Instinctively I find this troubling. My first reaction is that the ads are annoying and fall into the rather lazy 'if you can't think of anything interesting to say, sing it' school of advertising. 

I mentioned this to my wife the other night.  Big mistake.  Turns out she loves Sheila's Wheels.  In her words, "it's the first funny car insurance ad I've seen in my life.  It doesn't get better than a catchy tune sung by people in awful, bright pink costumes.  It's mega cheese but it knows it's mega cheese.  And I like that it rewards the fact that women drivers are better than men".

I could despair and mock (and in truth I did) but on reflection I know she's right.

Car insurance ads are generally dull, rational and full of the most bizarre mnemonics - red phone on wheels, talking bulldog or Michael Winner anyone? In that context Sheila's Wheels doesn't stand out, it leaps out.  It's fun and spirited; these people are having a laugh selling car insurance. 

And I'm sure it does sell car insurance.  Let's not forget that Sheila's Wheels is pushing a real point of difference - this is car insurance for women that rewards the fact they are safer drivers.  I'm sure most car insurance companies offer women cheaper rates but no one is singing about it like Sheila's Wheels. 

Good on ye' mate.

Click here to view the ad.

2. Iceland

'Kerry Katona and roast from frozen Christmas joints'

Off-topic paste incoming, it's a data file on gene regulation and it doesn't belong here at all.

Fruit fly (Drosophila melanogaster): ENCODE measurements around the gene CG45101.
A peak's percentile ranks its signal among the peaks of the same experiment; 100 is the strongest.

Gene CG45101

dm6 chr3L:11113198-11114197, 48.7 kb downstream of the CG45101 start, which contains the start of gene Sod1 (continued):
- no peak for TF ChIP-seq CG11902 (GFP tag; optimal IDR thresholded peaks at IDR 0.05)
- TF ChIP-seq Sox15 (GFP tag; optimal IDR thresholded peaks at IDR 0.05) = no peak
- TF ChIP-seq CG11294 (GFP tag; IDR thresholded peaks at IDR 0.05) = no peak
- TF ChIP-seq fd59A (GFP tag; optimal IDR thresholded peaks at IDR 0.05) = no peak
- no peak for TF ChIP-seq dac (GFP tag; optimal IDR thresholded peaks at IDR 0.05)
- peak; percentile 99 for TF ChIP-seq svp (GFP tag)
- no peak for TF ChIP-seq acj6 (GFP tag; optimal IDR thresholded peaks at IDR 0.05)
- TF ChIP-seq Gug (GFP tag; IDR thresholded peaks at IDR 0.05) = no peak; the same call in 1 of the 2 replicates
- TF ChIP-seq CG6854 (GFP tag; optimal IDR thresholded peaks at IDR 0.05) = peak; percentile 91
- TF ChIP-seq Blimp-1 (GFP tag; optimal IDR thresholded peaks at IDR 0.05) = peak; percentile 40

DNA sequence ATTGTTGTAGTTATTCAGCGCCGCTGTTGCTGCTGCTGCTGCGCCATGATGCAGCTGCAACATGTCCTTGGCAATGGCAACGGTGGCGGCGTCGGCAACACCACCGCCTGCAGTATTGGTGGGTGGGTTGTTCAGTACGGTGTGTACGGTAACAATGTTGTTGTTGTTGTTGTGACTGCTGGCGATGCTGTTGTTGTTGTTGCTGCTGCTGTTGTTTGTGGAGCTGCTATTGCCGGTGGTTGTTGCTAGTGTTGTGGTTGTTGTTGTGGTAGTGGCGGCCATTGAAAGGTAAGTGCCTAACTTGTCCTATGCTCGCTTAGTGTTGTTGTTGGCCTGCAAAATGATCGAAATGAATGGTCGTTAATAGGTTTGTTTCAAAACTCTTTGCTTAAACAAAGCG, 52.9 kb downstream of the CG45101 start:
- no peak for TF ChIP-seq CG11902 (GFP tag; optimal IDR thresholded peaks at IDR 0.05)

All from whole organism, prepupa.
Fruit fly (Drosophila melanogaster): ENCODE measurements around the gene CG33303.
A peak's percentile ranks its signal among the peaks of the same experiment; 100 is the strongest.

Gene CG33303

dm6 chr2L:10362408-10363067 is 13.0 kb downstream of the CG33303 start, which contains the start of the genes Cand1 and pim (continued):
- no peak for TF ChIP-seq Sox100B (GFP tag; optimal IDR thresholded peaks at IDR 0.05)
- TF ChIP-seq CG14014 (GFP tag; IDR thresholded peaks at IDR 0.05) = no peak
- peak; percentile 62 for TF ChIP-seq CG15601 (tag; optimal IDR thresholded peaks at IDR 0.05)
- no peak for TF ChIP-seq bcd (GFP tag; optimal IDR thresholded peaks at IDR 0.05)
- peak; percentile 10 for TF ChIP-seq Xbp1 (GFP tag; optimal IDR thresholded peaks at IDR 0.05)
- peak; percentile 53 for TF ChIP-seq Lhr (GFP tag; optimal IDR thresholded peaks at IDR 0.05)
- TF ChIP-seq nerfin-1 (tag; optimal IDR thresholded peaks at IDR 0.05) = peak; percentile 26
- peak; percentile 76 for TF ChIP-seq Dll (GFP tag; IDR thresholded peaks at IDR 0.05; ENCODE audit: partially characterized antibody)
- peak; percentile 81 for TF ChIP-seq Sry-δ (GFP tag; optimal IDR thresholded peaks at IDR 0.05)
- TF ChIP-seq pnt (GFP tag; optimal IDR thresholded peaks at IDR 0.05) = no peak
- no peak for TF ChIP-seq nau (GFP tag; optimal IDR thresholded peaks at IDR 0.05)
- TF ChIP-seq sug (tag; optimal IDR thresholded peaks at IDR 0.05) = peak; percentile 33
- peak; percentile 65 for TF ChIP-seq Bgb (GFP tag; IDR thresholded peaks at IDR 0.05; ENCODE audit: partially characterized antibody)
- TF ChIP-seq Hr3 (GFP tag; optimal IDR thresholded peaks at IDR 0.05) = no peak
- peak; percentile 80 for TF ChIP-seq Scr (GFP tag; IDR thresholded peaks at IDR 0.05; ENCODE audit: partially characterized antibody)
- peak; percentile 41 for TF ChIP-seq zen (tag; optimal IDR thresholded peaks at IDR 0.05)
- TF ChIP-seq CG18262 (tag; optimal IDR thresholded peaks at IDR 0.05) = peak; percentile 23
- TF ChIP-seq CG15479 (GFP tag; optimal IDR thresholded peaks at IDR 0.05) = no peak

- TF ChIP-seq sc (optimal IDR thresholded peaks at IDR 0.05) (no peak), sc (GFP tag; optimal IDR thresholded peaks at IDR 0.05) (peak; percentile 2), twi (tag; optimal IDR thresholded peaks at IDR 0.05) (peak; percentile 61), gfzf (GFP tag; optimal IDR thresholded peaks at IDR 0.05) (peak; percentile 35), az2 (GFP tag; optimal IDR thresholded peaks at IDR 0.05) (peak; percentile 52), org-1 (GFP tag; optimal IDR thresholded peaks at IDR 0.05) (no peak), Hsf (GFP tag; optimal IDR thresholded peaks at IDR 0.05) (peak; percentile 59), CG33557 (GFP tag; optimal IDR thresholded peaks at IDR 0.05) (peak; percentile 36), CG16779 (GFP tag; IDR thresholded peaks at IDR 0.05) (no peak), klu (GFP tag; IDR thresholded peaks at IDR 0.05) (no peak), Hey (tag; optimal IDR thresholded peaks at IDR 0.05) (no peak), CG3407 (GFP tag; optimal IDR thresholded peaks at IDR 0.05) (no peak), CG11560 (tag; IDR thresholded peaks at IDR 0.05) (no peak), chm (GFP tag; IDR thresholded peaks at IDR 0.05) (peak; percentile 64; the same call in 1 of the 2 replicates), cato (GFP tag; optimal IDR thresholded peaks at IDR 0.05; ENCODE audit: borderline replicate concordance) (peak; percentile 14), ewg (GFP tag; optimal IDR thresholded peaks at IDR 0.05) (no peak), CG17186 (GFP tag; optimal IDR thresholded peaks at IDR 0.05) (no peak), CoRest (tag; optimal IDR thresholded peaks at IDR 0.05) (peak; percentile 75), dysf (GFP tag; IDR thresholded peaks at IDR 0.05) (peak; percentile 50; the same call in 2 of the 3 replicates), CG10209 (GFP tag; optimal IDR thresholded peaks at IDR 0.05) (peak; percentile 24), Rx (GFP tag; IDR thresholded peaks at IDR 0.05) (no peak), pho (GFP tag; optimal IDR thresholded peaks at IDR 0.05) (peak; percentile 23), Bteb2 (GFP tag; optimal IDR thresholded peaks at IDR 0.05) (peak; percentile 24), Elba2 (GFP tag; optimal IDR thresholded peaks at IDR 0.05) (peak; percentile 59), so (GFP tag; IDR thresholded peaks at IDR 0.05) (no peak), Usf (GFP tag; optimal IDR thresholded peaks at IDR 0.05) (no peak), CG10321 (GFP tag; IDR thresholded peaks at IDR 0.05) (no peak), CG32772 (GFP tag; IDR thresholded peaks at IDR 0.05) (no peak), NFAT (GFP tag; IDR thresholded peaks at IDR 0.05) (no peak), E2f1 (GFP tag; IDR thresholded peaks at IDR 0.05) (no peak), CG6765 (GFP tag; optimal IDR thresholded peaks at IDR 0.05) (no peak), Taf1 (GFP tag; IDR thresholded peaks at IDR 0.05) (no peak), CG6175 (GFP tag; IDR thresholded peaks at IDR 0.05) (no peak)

Richard Storey,
Chief Strategy Officer
M&C Saatchi

You have to admire everything about this Iceland advert (except the advert itself).

Because it simply doesn't care about how 'good' it is.

This commercial is utterly and wonderfully commercial.

Iceland know that average advertising is very risky (whereas the only 'bad' advert is one that's ignored). So they don't aspire to excellence. They don't even aim for 'good'. 

Instead they wholeheartedly embrace their audience; Time pressed mums with several small children, limited incomes and several relatives to provide for at Christmas. People for whom convenience and value are far more important than quality and integrity. 

The choice of Kerry Katona as the mum who goes to Iceland is an inspired commercial decision. Whether she's a good mum or a travesty is beside the point. She's commercial. She's bang on audience, spot on brand and rarely off the gossip pages. Who cares whether she's good or bad. She's noticed.   

In my family, there are countless Christmas rituals surrounding the turkey. The entire fridge is reorganised to accommodate it. For a couple of days it becomes a surrogate family member. Even sleeping and waking patterns are organised its cooking schedule. 

My Mum clearly doesn't go to Iceland. If she did, we'd cook one of their 'roast from frozen' joints. In fact, we'd cook several - turkey, gammon, beef, chicken, salmon, pork, lamb and 'boozy goose'.  What a spread.